The October announcement of the Canon 1D X was nothing but promising, in my eyes anyway. I thought that the announcement of the 5d mark iii was imminent. It wasn't too long after that breathtaking announcement, one that would change the game, that there was to be yet another, world changing keynote from Canon scheduled on November 3, 2011. I couldn't wait for that day to arrive. It had to be the day. I mean, the whole Canon shooter community was chomping at the bit, impatiently awaiting the long overdue arrival of the 5diii. November 3rd had to be the day. Rumor sites were saying I was wrong but who were they to tell me? They are what they are, rumor sites. They've been wrong in the past so why should I trust them now?

November 3rd 2011

The keynote was scheduled to begin at 6 p.m. Eastern Time. The event was being held in California. I searched aimlessly online to find a live feed of the event, only to fail. I couldn't understand why I couldn't find a site that would have a live webcast of this groundbreaking event. Eventually I found I live blogcast scheduled to report the event. I was relieved to say the least. There would be a couple of reporters that had their still camera and laptops ready to stream live still footage of the event in real time. I was sure to be home that day at 5:45, just to make sure I had the site up and ready to see what would be hopefully, bigger than Christmas morning for a five year old. Santa was coming early for me this year.

The list of attendees was impressive. Canon's chairman and CEO Fujio Mitarai was there to announce the new lineup. Others that had important roles were Vincent Laforet, one of my favorite still and cinematic photographers. And, one that needs no introduction was Martin Scorsese. I do have to say that Scorsese's attendance was a bit saddening in my opinion. My faith in the 5d mark iii was fading since I don't think he would have been at an event promoting a camera geared towards the still photographer. I did know that there would be more than one product announced so I still had a bit of hope.

It wasn't long into the show that the new behemoth was announced. The Canon EOS C300. This was not a replacement for any of their previous products but a standalone in the world of video. A new monster of the cinema world. With all of the bells and whistles and some inspiration from the 5d mark ii, the C300 would be the next player in the HD video world. This new camera comes in two options, an EF or PL mount. Obviously, with the EF mount, users could use their current stock of EF lens ammunition. Basically, Canon wanted to come to the plate with a camera that could compete with the likes of the RED, Phantom and the ARRI Alexa. I couldn't hate on that. The world of video recording has been changed and Canon needed to stay in the game and change it for that matter. Cameras like the RED or Phantom can cost upwards of $100,000 USD. With technology quite similar to those that the pros have been favoring for some time, Canon came in doing it with a price tag much much lower. The EOS will retail somewhere around the $20,000 USD mark. If you want to find out some of the specifics on the C300, be sure to check [here]. Again, I'm no video guru, hell the last video camera I think I owned was the PXL2000. In hindsight, had I still owned that childhood camera, I could probably make some really awesome retro black and white videos today. Anyway, I digress. My point is, I'm not going to blow smoke up your butts talking about frame rates and compression when I have limited knowledge on the topic. Although, I have been studying it more and more. I've been toying with the idea of combining, not crossing into, video into my still repertoire.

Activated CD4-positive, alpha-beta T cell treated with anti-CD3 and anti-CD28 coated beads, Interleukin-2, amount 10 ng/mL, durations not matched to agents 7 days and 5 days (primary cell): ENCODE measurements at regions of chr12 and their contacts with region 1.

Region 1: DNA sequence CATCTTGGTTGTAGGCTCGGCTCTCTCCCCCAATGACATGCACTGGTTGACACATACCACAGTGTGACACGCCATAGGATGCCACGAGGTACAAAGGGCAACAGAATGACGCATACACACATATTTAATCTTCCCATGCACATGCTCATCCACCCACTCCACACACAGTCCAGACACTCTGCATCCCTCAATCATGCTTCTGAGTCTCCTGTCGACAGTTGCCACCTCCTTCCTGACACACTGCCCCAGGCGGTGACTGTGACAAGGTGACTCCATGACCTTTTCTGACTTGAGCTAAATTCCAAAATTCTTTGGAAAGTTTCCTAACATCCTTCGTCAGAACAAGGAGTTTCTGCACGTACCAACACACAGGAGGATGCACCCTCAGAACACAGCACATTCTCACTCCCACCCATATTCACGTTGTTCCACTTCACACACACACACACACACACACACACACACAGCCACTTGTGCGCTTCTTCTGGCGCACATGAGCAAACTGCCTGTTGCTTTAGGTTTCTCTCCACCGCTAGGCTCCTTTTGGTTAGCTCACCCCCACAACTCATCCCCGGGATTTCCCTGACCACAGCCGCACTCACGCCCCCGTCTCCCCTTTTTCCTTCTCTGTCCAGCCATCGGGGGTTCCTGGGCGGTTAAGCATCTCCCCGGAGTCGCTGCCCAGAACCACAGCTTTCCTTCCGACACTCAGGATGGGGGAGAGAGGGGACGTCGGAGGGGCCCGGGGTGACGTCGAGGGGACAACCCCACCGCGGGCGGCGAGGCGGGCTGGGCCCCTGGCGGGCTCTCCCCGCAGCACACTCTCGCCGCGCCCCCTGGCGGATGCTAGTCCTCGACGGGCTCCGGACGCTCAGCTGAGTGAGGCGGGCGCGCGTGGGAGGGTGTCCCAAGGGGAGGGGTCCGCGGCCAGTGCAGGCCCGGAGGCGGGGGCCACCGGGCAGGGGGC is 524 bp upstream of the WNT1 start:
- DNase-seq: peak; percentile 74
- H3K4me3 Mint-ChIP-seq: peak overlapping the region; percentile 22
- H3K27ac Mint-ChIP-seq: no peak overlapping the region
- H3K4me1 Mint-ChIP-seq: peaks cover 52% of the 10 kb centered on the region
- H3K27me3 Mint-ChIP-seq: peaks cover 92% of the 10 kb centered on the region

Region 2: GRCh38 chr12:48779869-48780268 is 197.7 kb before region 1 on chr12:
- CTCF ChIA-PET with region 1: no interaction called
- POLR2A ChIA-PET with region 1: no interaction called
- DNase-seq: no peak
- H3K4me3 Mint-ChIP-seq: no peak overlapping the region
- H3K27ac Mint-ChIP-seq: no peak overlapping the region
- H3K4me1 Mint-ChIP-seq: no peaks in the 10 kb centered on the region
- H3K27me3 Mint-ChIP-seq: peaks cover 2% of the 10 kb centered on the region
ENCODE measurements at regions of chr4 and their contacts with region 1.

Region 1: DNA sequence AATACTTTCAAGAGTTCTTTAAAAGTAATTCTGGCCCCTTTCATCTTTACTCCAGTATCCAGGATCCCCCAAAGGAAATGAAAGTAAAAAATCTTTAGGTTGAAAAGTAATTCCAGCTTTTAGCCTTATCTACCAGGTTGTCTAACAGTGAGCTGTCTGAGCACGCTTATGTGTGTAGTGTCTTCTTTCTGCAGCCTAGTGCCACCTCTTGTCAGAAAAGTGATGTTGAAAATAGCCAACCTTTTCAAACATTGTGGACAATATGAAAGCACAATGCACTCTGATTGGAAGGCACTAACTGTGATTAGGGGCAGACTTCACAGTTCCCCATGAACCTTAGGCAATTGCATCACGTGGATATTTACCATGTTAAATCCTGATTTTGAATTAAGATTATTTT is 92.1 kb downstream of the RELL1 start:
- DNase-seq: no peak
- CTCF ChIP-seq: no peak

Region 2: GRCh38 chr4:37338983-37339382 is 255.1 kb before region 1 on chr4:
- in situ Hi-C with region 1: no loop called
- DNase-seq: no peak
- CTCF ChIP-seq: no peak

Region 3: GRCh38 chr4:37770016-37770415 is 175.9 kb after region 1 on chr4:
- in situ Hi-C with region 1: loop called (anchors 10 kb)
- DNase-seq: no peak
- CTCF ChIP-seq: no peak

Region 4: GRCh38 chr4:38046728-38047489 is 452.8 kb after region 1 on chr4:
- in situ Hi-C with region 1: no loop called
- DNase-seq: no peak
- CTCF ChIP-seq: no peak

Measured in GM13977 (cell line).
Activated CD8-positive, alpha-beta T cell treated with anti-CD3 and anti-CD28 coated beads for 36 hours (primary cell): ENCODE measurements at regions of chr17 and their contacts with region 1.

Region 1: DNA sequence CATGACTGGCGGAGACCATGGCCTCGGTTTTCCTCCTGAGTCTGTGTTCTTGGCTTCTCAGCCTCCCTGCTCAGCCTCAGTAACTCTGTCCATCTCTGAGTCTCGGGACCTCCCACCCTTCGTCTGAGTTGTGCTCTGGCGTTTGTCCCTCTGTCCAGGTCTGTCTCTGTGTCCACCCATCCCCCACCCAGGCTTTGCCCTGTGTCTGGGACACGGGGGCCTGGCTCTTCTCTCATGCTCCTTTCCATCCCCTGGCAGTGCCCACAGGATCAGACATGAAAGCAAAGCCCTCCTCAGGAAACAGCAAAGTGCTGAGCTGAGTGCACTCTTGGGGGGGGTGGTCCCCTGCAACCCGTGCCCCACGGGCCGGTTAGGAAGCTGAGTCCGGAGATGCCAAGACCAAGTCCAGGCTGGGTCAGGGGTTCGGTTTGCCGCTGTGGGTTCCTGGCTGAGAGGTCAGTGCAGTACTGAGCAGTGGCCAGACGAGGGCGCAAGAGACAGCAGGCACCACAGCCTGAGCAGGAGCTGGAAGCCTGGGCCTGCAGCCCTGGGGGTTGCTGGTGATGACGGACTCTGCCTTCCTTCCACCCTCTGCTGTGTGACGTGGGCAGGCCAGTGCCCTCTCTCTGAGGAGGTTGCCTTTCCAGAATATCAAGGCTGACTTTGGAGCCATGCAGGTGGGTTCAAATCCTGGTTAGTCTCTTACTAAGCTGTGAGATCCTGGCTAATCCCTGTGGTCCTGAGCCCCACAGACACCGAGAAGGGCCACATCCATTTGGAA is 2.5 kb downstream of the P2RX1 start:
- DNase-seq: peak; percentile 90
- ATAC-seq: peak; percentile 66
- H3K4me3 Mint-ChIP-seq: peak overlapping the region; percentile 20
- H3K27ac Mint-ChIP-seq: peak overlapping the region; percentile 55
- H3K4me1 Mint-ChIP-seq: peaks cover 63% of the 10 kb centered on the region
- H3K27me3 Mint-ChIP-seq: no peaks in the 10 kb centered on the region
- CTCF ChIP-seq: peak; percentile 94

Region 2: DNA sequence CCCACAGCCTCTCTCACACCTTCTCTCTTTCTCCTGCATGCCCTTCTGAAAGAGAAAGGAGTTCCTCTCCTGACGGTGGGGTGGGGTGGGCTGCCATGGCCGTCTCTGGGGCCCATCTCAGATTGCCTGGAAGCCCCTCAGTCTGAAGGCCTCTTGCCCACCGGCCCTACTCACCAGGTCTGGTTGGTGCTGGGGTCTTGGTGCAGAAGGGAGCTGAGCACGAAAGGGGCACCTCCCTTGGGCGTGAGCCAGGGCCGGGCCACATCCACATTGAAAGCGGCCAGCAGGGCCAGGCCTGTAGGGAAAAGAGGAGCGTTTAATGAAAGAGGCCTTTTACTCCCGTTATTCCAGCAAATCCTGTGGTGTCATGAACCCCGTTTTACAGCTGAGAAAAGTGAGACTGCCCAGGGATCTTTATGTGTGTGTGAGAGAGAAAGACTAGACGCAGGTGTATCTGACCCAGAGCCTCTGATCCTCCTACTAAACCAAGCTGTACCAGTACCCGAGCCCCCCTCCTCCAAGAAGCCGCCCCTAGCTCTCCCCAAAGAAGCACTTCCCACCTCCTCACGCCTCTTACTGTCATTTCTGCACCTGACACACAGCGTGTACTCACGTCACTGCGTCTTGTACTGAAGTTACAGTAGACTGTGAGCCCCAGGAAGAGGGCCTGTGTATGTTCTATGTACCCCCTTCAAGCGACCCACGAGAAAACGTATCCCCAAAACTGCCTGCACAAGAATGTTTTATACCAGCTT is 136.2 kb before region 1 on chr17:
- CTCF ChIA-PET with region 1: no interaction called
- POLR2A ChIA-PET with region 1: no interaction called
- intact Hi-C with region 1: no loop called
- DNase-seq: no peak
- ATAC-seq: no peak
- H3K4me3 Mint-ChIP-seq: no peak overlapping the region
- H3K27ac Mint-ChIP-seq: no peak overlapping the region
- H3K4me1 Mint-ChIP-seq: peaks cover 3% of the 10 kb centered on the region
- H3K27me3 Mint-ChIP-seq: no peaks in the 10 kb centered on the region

The Show's Not Over

As my thoughts of any 5d iii announcement fade further and further away, I sit and think more in depth about the awesome features of that 1D X. As I think the blogcast is coming to a close, Canon throws out another curve ball. A whole new series of cine lenses. These are no joke. At first glance you can see that the construction quality is second to none.

They offer a few new bad boys to the block. First off are the primes. The primes are as follows; the CN-E24mm T1.5 L F, the CN-E50mm T1.3 L F and the CN-E85mm T1.4 L F. I'm telling you, just from the looks of these things, they remind me of something that would be put out by Leica or Carl Zeiss. Top notch manufacturing, period. If you are a bit confused about the models and that T, I'll explain. In the video world, rather than measure in F-stops, they measure in terms of T-stops, or transmission for that matter. Basically the T number represents the f-number minus the amount of light lost passing from the front of the glass until it clears the rear end, hence transmission. Those apertures and distances are labeled around the lens in a way that makes it easier for the cinematographer to read and use while on either side of the camera. The primes are EF mount only. They will retail somewhere in the $7000.00 USD range. Yep, you heard correct, seven thousand dollars, each! My 50 1.4 and 85 1.8 were about $500.00 USD, each. Could you imagine that I thought it hurt my pocket paying for those. I couldn't imagine shelling out 15x that much for the same focal length. Hey, I'm sure the optics are second to none. If I had an extra $20,000 lying around, I'd probably buy all three.